The lamb and cinnamon worked unbelievably well together which surprised me greatly. As for the cilantro, I still don’t love the strength of the flavor but it wasn’t terrible and maybe next time I would just cut back a lot on how much is added. All in all I am very pleased and full. Thank you Berbers, for this symphony of spices, which was both filling and healthy.

Next we visit the mother from Bewitched…that’s what Andorra is right?


This is the consistency my bread dough had before resting.




Serves: 3

   1/2 pound cubed lamb meat

   1/2 teaspoon ground turmeric

   3/4 teaspoon ground black pepper

   1/2 teaspoon ground cinnamon

   1/8 teaspoon ground ginger

   1/8 teaspoon ground cayenne pepper (optional)

   1 tablespoon butter

   1/2 onion, chopped

   1/2 red onion, chopped

   1/4 cup chopped fresh cilantro

   14 oz canned diced tomatoes

   3-1/2 cups water

   1/4 cup and 2 tablespoons red lentils

   7 oz garbanzo beans, drained

   2 ounces vermicelli pasta

   1 eggs, beaten

   1/2 lemon, juiced



  1. Place the lamb, turmeric, black pepper, cinnamon, ginger, cayenne, butter, celery, onion, and cilantro into a large pot over a low heat. Stir frequently for 5 minutes. Pour tomatoes (reserve juice) into the mixture and let simmer for 15 minutes.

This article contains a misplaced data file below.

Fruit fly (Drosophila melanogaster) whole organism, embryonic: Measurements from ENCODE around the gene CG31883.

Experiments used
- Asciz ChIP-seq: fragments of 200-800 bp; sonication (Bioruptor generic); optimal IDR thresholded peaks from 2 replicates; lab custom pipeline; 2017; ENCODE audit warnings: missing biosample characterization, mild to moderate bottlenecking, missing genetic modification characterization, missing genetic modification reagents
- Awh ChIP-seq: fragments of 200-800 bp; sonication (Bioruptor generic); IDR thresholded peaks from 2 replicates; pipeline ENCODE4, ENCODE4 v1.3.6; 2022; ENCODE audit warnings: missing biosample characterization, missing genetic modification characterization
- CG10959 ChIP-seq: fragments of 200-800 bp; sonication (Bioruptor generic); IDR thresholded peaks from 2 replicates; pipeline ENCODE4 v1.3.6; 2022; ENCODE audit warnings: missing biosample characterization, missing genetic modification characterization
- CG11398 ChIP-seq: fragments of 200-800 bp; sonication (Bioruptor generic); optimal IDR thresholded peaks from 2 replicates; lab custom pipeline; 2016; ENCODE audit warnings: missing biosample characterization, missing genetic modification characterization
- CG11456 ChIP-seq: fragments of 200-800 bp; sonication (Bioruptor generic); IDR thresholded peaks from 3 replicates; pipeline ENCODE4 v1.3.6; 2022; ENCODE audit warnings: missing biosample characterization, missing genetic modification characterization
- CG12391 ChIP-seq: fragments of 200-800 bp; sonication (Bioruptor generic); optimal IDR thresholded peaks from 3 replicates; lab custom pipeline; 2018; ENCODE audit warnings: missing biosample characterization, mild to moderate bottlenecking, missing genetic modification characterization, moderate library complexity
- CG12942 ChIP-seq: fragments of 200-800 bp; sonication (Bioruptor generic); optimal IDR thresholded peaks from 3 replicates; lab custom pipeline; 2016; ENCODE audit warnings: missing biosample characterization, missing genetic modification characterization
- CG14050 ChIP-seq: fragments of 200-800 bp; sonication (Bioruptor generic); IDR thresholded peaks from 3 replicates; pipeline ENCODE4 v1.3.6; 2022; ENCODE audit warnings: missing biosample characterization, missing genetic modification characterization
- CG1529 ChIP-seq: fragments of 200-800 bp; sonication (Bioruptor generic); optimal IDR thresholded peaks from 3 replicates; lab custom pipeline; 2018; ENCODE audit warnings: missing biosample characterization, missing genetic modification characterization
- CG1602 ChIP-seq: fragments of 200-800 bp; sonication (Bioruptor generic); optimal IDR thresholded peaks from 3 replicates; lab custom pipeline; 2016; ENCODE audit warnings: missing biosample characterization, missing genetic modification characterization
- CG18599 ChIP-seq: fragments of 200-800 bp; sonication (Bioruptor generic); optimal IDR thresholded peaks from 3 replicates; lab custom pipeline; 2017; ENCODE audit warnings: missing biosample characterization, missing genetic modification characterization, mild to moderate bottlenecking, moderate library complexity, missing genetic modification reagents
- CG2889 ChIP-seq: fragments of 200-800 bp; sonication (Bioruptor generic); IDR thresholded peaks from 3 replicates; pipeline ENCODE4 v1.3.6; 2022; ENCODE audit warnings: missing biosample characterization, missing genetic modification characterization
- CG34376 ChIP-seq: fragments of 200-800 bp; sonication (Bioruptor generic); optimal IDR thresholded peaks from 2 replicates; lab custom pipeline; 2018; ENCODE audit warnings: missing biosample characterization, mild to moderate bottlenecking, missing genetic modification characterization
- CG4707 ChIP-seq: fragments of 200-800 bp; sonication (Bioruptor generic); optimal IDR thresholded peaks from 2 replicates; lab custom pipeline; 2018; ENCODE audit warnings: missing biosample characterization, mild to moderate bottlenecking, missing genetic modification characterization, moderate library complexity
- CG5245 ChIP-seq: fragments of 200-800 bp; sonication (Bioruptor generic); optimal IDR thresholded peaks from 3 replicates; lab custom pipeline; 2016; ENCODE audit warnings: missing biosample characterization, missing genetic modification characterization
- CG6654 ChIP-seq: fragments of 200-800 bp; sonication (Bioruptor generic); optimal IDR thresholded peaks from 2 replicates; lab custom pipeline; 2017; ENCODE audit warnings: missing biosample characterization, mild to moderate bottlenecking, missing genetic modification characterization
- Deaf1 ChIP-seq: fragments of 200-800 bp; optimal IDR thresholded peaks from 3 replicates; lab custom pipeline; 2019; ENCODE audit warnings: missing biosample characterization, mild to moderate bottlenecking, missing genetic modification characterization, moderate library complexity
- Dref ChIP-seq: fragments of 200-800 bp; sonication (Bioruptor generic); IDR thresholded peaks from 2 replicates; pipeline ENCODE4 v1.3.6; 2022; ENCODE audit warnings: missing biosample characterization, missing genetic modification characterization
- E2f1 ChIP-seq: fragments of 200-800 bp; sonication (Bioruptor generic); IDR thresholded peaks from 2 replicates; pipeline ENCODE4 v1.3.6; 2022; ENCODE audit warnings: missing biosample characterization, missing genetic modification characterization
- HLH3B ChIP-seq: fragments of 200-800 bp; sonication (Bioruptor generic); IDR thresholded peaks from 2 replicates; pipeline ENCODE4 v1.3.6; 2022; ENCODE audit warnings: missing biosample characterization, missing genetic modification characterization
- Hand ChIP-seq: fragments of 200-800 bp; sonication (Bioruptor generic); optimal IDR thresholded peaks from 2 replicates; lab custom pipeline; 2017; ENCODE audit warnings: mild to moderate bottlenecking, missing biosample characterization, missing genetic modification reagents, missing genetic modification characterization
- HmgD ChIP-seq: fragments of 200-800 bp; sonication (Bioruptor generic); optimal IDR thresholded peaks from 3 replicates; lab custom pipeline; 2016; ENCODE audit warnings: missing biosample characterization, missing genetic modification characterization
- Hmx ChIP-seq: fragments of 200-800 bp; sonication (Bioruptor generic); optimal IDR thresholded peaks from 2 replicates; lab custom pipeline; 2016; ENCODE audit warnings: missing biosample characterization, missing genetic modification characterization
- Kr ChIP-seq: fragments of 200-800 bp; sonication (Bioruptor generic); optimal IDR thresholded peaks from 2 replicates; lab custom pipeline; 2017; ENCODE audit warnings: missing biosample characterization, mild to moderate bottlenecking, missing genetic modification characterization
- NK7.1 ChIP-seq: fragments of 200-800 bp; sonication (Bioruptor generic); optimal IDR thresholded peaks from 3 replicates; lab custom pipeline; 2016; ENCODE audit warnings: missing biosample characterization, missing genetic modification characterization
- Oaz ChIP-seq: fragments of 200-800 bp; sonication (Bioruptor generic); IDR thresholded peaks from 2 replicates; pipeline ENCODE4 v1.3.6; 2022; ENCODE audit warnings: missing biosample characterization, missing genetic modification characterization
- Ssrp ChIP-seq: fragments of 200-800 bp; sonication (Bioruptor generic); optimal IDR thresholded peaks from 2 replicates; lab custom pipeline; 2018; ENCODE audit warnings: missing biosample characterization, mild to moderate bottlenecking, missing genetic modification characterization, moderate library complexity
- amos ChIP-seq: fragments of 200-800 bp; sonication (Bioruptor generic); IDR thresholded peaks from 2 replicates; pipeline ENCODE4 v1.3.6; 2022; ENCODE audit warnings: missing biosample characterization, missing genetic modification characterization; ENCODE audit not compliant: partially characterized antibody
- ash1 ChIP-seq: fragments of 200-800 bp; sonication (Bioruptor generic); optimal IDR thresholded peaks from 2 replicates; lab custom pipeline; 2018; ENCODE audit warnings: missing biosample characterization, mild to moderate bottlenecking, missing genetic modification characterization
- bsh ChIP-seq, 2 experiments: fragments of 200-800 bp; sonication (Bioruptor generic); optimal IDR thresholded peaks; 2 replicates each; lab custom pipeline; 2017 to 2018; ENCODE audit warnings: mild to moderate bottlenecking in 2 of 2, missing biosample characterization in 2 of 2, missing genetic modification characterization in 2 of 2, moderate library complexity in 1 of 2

2. Pour tomato juice, 3.5 cups water, and the lentils into the pot. Bring the mixture to a boil, reduce the heat to simmer. Let soup simmer, covered, for at least 1 hour or longer until desired consistency is reached.

  3. About 10 minutes before serving turn the heat to medium-high, place chickpeas and noodles into the soup, let cook about 10 minutes. Stir in lemon and egg, let egg cook 1 minute.


Servings: 8 (pieces of bread)

   1 Tbsp Active Dry Yeast

   1/2 tsp Sugar

   2 Tbsp. very warm Water

   2 1/2 C. finely ground Semolina Flour

   1/2 Tbsp Salt

   6 Tbsp Olive Oil or Canola Oil

   Water, as needed to form dough



  1. Mix dry yeast and sugar with very warm water. Set aside for 10-15 minutes to let the yeast proof.

  2. Meanwhile, mix salt into the semolina until well blended. Add oil and work the oil into the dry ingredients. This is most easily done by rubbing the flour and oil together with your fingers, until the oil is evenly dispersed.

  3. Slowly add enough water to form a soft dough. The amount of water needed will vary, depending on humidity and other factors, but shouldn’t be very much. (Always add slowly)